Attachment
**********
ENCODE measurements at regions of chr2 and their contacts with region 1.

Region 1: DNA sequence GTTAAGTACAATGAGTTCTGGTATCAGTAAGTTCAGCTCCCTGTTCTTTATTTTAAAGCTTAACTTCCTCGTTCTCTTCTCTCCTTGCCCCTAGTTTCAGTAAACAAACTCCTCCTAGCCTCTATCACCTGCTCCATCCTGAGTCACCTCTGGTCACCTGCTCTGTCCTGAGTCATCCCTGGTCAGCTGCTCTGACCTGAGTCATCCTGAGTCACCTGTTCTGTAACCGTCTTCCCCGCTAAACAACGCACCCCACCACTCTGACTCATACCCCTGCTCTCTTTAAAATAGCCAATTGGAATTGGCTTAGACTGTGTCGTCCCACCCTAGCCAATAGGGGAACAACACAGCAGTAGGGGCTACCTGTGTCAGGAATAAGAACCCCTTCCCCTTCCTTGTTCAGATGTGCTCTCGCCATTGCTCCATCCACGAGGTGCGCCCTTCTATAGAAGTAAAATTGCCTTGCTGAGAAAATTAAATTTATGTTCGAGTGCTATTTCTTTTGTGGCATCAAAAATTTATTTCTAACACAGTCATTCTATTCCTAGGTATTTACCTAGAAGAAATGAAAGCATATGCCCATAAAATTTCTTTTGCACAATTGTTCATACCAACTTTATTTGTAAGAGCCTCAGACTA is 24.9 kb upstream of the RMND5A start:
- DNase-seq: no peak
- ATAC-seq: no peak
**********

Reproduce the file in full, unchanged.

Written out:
ENCODE measurements at regions of chr2 and their contacts with region 1.

Region 1: DNA sequence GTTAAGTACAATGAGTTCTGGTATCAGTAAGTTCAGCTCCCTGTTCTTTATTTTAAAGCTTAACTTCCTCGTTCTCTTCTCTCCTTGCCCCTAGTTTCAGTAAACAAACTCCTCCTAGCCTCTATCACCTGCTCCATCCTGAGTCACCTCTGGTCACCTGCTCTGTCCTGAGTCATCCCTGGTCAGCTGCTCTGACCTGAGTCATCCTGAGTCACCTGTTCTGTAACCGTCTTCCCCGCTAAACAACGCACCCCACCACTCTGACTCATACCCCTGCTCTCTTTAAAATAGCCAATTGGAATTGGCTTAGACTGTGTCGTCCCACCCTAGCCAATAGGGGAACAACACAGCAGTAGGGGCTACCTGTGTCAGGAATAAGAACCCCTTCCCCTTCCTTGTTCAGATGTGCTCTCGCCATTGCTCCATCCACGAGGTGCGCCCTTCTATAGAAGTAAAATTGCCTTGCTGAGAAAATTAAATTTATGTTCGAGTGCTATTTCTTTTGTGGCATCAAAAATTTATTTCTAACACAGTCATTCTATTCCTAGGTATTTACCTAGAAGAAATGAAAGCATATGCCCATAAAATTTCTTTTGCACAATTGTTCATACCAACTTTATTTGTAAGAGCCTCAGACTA is 24.9 kb upstream of the RMND5A start:
- DNase-seq: no peak
- ATAC-seq: no peak